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07-01-05 Auglaize commissioners extend half-cent sales tax

By Timothy Cox

  Auglaize County might have gone broke if county commissioners had not made the recent decision to reinstate the half-cent sales tax that pays for the jail and its operations for another 10 years, county Auditor Karyn Schumann said this week.

  The half-cent tax raises nearly $2 million annually but was set to expire late next year after final payment is made on the debt for the Law Enforcement Center.
  The half-cent sales tax was approved by 57 percent of voters in March 1996 after the issue was defeated on two prior ballots. The 10-year tax was earmarked to construct the $7.2 million Law Enforcement Center on Dearbaugh Road in Wapakoneta.
  Facing financial uncertainty with revenue from the state and other shrinking finances, commissioners this past spring began looking at extending the tax by resolution. When a series of public hearings yielded no serious opposition, commissioners voted to keep the tax on the books for another 10 years to operate the jail.
  Although the sales tax money will go into the general fund, county commissioners said the money all will help fund the $5 million annual expense of the sheriff's department and jail.  Commissioner John Bergman noted the county will be forfeiting $300,000 annually in personal property taxes from businesses because of tax reductions authorized by state lawmakers. The county also has faced potential cuts to local government funding from the state, Bergman said.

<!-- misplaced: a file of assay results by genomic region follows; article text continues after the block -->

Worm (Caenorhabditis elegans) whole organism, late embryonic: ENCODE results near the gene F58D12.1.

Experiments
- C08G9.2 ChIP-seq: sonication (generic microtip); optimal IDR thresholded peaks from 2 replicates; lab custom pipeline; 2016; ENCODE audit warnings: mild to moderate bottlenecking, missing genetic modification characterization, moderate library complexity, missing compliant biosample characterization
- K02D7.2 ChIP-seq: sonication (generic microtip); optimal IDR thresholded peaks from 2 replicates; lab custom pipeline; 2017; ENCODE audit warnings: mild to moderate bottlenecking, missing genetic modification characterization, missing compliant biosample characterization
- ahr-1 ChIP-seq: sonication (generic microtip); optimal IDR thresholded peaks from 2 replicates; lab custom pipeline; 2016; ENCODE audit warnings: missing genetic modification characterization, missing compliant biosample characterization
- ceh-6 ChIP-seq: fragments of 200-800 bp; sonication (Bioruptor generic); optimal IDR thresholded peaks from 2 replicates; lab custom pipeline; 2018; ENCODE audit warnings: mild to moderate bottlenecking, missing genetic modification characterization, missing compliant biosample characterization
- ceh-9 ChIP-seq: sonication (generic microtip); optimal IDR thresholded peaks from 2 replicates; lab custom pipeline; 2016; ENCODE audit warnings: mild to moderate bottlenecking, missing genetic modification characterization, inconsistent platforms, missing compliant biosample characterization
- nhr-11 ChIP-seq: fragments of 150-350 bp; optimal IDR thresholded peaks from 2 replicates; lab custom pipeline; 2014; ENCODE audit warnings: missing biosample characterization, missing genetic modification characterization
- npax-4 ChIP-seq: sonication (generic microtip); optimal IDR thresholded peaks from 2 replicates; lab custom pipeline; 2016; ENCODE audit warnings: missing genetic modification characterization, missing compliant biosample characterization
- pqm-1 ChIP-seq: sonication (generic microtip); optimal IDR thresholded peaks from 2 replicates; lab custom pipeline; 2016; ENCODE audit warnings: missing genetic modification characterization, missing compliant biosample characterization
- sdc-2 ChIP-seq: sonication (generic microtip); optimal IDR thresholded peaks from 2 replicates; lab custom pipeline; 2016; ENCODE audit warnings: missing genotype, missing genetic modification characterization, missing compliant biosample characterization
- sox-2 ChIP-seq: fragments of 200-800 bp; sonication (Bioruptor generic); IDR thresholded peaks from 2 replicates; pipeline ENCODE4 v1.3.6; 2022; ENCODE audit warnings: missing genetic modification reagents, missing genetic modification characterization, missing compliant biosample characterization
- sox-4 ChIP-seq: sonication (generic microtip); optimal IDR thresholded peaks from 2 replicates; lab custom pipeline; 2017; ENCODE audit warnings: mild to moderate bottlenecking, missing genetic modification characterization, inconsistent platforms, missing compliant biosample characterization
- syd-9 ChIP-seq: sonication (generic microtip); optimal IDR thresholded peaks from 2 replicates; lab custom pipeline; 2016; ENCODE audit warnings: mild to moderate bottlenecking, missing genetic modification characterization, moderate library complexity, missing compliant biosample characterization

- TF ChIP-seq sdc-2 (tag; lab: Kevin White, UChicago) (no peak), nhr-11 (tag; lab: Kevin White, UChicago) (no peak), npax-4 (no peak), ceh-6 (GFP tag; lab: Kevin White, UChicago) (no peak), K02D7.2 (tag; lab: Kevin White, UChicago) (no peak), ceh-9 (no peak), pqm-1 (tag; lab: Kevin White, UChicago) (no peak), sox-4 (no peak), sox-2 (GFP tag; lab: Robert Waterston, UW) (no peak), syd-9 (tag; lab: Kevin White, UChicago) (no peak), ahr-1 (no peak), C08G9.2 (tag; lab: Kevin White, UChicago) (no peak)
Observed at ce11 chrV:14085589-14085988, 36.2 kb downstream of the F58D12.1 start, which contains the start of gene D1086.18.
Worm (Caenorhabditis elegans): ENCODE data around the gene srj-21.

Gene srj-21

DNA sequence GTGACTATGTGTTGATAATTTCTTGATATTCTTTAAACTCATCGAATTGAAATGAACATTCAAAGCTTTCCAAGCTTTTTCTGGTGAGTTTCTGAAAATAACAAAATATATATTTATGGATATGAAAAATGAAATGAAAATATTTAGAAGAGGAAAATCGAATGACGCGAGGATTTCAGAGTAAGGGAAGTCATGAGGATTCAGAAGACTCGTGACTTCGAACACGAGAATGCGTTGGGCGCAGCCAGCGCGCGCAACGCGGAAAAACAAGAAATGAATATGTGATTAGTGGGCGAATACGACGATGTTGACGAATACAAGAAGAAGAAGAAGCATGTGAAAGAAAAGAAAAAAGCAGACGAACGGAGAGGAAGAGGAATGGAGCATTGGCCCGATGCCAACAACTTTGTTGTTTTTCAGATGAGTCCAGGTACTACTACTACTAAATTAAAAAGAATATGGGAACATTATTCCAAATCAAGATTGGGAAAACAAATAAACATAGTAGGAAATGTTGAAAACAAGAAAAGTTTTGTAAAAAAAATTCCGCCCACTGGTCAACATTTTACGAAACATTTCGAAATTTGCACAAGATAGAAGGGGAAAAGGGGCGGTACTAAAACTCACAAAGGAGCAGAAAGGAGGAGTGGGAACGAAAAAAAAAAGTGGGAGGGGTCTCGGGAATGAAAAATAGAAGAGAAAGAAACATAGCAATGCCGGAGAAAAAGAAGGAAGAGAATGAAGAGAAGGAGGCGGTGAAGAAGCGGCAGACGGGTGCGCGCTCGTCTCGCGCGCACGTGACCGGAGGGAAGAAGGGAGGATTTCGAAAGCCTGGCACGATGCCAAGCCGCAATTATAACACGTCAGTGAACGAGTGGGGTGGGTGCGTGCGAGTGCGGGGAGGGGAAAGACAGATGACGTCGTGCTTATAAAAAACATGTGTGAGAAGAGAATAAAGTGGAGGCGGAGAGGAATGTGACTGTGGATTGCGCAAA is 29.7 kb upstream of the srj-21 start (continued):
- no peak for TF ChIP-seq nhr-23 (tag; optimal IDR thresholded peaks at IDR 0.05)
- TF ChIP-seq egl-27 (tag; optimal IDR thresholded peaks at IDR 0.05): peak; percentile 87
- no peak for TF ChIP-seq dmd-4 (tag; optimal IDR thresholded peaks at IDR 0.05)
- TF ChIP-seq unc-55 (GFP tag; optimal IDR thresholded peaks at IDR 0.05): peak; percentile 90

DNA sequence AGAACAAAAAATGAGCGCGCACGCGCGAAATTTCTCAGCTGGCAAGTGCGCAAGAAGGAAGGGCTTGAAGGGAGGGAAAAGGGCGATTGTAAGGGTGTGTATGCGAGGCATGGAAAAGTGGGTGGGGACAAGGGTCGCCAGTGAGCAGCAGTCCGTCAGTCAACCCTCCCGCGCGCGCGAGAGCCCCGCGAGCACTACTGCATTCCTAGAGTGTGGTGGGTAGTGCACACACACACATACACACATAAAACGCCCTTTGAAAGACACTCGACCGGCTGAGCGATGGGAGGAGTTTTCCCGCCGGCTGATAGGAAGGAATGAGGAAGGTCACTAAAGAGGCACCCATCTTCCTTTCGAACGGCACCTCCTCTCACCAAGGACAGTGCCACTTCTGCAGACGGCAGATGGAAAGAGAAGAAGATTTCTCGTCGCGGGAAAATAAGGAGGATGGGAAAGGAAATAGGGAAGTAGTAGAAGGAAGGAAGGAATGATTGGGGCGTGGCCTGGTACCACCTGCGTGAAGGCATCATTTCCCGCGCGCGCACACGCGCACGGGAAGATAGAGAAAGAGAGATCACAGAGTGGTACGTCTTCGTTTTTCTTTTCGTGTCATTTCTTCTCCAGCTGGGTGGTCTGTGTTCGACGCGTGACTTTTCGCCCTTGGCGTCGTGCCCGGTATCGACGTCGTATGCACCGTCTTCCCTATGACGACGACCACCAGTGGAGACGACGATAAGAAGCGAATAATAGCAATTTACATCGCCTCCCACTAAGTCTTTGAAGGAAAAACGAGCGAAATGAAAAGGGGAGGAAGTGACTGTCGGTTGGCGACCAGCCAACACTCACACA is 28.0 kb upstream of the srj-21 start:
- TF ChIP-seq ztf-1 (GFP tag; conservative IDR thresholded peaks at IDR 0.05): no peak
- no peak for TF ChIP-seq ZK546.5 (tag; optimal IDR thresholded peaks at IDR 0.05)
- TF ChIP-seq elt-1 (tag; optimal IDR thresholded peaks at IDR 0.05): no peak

"We certainly need the money," Schumann said of the sales tax extension. Schumann served on a committee that worked toward passage of the tax in 1996.
  Had the sales tax been allowed to lapse, the county would have been out of money by 2008, she said. That means commissioners would have been faced with making budget cuts or convincing voters to approve some other tax issue to bring in more money.
  Commissioner Hugh Core said people were hesitant when they first heard about the issue but more supportive after they fully understood the issue.
  "Most of the folks I talk to, once they have a grasp of the issue, find it acceptable," Core said.
  Many people at first believed their taxes were going higher but became supportive of the issue when they found out it would cost them no more than they are paying now, Schumann said. That is common mentality among taxpayers when considering whether to support a tax issue, she said.
  The six public hearings held throughout the county were poorly attended, another indication that residents are not opposed to extending the sales tax, commissioners said.


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